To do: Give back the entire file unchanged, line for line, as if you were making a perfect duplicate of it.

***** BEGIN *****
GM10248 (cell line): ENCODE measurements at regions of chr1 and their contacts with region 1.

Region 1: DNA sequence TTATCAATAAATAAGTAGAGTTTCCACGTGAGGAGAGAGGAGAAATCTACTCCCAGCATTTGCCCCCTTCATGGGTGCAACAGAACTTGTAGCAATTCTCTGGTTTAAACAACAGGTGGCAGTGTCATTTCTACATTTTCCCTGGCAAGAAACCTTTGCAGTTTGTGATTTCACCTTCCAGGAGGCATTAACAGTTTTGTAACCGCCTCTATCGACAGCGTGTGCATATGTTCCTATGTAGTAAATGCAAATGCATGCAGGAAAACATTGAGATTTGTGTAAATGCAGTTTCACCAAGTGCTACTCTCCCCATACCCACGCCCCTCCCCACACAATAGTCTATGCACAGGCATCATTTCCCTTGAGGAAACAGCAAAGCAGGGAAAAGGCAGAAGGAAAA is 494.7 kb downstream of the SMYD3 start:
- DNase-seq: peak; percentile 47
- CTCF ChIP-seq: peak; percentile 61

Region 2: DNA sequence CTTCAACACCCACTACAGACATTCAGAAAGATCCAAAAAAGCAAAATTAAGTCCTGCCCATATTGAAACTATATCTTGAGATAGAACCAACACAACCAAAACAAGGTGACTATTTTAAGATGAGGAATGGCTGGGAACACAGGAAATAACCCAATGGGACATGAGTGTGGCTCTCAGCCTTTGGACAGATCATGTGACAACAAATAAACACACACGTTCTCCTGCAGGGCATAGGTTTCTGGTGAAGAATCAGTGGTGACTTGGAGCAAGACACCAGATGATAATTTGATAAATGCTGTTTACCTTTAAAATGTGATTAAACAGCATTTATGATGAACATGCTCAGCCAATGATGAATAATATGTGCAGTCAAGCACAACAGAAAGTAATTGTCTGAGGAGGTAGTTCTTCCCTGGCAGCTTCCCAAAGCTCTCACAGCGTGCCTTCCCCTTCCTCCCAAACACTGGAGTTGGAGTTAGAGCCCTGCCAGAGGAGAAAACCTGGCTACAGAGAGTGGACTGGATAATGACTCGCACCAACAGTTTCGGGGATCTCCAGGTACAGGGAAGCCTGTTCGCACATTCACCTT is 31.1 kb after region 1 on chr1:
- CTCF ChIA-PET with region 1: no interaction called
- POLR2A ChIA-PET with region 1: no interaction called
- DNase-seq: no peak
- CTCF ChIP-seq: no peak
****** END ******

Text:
GM10248 (cell line): ENCODE measurements at regions of chr1 and their contacts with region 1.

Region 1: DNA sequence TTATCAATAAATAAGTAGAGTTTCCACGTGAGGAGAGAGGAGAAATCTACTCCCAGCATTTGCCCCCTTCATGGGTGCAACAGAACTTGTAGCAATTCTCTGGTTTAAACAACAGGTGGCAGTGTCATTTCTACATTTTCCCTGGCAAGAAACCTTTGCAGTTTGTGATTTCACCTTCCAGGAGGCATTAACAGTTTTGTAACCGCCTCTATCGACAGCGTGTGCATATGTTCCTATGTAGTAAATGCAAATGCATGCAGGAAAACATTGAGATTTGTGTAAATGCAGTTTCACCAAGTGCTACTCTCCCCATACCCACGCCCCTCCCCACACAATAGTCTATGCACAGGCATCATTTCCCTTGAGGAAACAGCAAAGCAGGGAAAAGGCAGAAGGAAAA is 494.7 kb downstream of the SMYD3 start:
- DNase-seq: peak; percentile 47
- CTCF ChIP-seq: peak; percentile 61

Region 2: DNA sequence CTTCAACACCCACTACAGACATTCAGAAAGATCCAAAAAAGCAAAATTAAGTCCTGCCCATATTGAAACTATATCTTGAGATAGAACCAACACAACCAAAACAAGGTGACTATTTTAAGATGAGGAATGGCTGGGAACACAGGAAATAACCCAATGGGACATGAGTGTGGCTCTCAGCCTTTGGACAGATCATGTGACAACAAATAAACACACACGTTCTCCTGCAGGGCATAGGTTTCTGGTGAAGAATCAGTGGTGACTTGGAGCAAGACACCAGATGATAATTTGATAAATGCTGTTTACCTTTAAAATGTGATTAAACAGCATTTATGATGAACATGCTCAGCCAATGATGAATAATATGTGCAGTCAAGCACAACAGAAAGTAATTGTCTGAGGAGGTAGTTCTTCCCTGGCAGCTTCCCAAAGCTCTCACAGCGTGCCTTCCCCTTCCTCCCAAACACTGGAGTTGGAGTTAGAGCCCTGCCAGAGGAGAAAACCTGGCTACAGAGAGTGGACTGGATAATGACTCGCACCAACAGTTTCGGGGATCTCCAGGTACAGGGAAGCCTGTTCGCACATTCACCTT is 31.1 kb after region 1 on chr1:
- CTCF ChIA-PET with region 1: no interaction called
- POLR2A ChIA-PET with region 1: no interaction called
- DNase-seq: no peak
- CTCF ChIP-seq: no peak